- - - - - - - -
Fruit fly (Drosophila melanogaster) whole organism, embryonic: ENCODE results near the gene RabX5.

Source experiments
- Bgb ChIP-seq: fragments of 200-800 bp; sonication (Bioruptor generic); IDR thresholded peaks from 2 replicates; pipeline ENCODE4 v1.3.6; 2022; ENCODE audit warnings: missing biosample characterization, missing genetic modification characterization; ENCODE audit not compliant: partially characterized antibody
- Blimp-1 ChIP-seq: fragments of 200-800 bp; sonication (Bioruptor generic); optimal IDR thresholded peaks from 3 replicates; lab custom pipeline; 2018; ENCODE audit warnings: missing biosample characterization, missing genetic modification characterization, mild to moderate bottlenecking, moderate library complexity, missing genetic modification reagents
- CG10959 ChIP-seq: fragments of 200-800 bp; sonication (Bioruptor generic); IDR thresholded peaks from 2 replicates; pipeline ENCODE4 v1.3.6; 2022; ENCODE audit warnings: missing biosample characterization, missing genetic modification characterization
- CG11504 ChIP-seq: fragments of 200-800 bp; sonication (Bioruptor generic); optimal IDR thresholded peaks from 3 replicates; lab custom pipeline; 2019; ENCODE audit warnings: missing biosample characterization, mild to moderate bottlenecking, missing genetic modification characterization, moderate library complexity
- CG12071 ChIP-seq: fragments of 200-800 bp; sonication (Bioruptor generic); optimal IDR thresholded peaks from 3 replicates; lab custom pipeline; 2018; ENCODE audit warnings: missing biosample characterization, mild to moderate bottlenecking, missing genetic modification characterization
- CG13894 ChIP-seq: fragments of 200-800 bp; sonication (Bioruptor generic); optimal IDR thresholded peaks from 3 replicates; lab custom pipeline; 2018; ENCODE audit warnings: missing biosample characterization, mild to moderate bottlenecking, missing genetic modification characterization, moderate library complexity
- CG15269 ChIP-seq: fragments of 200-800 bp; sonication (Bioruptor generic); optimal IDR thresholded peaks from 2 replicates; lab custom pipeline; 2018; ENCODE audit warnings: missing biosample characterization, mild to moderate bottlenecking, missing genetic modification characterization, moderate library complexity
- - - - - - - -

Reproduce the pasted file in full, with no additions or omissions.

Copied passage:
Fruit fly (Drosophila melanogaster) whole organism, embryonic: ENCODE results near the gene RabX5.

Source experiments
- Bgb ChIP-seq: fragments of 200-800 bp; sonication (Bioruptor generic); IDR thresholded peaks from 2 replicates; pipeline ENCODE4 v1.3.6; 2022; ENCODE audit warnings: missing biosample characterization, missing genetic modification characterization; ENCODE audit not compliant: partially characterized antibody
- Blimp-1 ChIP-seq: fragments of 200-800 bp; sonication (Bioruptor generic); optimal IDR thresholded peaks from 3 replicates; lab custom pipeline; 2018; ENCODE audit warnings: missing biosample characterization, missing genetic modification characterization, mild to moderate bottlenecking, moderate library complexity, missing genetic modification reagents
- CG10959 ChIP-seq: fragments of 200-800 bp; sonication (Bioruptor generic); IDR thresholded peaks from 2 replicates; pipeline ENCODE4 v1.3.6; 2022; ENCODE audit warnings: missing biosample characterization, missing genetic modification characterization
- CG11504 ChIP-seq: fragments of 200-800 bp; sonication (Bioruptor generic); optimal IDR thresholded peaks from 3 replicates; lab custom pipeline; 2019; ENCODE audit warnings: missing biosample characterization, mild to moderate bottlenecking, missing genetic modification characterization, moderate library complexity
- CG12071 ChIP-seq: fragments of 200-800 bp; sonication (Bioruptor generic); optimal IDR thresholded peaks from 3 replicates; lab custom pipeline; 2018; ENCODE audit warnings: missing biosample characterization, mild to moderate bottlenecking, missing genetic modification characterization
- CG13894 ChIP-seq: fragments of 200-800 bp; sonication (Bioruptor generic); optimal IDR thresholded peaks from 3 replicates; lab custom pipeline; 2018; ENCODE audit warnings: missing biosample characterization, mild to moderate bottlenecking, missing genetic modification characterization, moderate library complexity
- CG15269 ChIP-seq: fragments of 200-800 bp; sonication (Bioruptor generic); optimal IDR thresholded peaks from 2 replicates; lab custom pipeline; 2018; ENCODE audit warnings: missing biosample characterization, mild to moderate bottlenecking, missing genetic modification characterization, moderate library complexity